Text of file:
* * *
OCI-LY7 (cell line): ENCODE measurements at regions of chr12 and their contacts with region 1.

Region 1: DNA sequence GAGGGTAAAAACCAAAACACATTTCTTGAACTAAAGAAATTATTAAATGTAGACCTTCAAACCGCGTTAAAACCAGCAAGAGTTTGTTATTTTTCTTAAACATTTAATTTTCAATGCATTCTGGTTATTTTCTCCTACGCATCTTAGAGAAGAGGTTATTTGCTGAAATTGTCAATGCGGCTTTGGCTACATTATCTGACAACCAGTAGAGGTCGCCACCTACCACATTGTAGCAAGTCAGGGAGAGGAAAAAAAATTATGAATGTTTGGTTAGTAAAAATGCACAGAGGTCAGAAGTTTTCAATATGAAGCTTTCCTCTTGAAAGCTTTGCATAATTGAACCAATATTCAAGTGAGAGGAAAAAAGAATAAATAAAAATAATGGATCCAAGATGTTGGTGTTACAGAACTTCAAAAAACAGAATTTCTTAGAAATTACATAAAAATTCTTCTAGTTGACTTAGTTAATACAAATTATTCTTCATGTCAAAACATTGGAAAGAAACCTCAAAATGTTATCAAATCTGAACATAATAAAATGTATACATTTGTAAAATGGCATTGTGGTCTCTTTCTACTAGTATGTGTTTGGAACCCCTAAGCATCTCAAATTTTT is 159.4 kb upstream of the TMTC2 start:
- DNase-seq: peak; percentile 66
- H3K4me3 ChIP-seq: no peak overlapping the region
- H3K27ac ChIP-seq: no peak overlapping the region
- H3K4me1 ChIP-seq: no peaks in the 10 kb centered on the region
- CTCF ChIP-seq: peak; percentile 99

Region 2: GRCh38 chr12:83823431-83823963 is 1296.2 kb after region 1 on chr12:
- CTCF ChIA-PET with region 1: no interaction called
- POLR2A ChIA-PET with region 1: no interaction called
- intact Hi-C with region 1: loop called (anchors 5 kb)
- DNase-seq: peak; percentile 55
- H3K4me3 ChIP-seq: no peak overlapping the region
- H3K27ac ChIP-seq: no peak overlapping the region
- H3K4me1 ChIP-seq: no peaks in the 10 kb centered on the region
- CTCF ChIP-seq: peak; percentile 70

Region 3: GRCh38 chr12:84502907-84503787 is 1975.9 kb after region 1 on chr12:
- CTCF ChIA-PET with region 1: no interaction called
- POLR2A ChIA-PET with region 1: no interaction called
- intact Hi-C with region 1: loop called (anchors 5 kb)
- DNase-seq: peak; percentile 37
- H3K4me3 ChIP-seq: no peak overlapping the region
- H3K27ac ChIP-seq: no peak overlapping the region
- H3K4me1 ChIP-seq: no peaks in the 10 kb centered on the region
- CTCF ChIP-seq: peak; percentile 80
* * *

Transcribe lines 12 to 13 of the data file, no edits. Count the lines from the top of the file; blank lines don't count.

- DNase-seq: peak; percentile 55
- H3K4me3 ChIP-seq: no peak overlapping the region